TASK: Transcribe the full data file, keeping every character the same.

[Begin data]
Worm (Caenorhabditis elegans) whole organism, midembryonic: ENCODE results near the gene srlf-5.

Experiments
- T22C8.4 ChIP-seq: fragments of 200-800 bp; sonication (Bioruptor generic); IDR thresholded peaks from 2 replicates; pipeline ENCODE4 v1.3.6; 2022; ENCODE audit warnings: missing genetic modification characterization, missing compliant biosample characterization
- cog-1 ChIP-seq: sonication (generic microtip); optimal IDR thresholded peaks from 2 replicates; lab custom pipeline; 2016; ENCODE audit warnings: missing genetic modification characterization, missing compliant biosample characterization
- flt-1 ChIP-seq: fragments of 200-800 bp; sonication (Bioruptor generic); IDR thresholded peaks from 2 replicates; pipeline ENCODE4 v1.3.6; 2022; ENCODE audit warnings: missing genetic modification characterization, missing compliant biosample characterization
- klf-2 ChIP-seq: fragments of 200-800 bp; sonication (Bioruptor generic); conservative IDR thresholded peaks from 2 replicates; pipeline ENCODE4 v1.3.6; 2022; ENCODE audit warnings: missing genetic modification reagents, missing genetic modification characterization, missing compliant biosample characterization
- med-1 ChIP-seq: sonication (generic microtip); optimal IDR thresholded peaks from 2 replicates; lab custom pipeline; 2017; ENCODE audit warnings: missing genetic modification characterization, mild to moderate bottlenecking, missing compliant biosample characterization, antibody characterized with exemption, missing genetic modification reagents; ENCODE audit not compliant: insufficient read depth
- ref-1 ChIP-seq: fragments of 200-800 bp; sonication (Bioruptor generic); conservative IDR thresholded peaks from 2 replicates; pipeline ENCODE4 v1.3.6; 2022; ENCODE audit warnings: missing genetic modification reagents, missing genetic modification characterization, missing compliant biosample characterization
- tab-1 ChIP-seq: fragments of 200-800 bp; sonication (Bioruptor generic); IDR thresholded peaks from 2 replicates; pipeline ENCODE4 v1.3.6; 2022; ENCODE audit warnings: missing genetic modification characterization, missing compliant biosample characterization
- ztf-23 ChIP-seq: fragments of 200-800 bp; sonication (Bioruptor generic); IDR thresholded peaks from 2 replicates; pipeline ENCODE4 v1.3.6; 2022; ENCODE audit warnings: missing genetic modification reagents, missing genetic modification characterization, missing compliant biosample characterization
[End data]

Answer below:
Worm (Caenorhabditis elegans) whole organism, midembryonic: ENCODE results near the gene srlf-5.

Experiments
- T22C8.4 ChIP-seq: fragments of 200-800 bp; sonication (Bioruptor generic); IDR thresholded peaks from 2 replicates; pipeline ENCODE4 v1.3.6; 2022; ENCODE audit warnings: missing genetic modification characterization, missing compliant biosample characterization
- cog-1 ChIP-seq: sonication (generic microtip); optimal IDR thresholded peaks from 2 replicates; lab custom pipeline; 2016; ENCODE audit warnings: missing genetic modification characterization, missing compliant biosample characterization
- flt-1 ChIP-seq: fragments of 200-800 bp; sonication (Bioruptor generic); IDR thresholded peaks from 2 replicates; pipeline ENCODE4 v1.3.6; 2022; ENCODE audit warnings: missing genetic modification characterization, missing compliant biosample characterization
- klf-2 ChIP-seq: fragments of 200-800 bp; sonication (Bioruptor generic); conservative IDR thresholded peaks from 2 replicates; pipeline ENCODE4 v1.3.6; 2022; ENCODE audit warnings: missing genetic modification reagents, missing genetic modification characterization, missing compliant biosample characterization
- med-1 ChIP-seq: sonication (generic microtip); optimal IDR thresholded peaks from 2 replicates; lab custom pipeline; 2017; ENCODE audit warnings: missing genetic modification characterization, mild to moderate bottlenecking, missing compliant biosample characterization, antibody characterized with exemption, missing genetic modification reagents; ENCODE audit not compliant: insufficient read depth
- ref-1 ChIP-seq: fragments of 200-800 bp; sonication (Bioruptor generic); conservative IDR thresholded peaks from 2 replicates; pipeline ENCODE4 v1.3.6; 2022; ENCODE audit warnings: missing genetic modification reagents, missing genetic modification characterization, missing compliant biosample characterization
- tab-1 ChIP-seq: fragments of 200-800 bp; sonication (Bioruptor generic); IDR thresholded peaks from 2 replicates; pipeline ENCODE4 v1.3.6; 2022; ENCODE audit warnings: missing genetic modification characterization, missing compliant biosample characterization
- ztf-23 ChIP-seq: fragments of 200-800 bp; sonication (Bioruptor generic); IDR thresholded peaks from 2 replicates; pipeline ENCODE4 v1.3.6; 2022; ENCODE audit warnings: missing genetic modification reagents, missing genetic modification characterization, missing compliant biosample characterization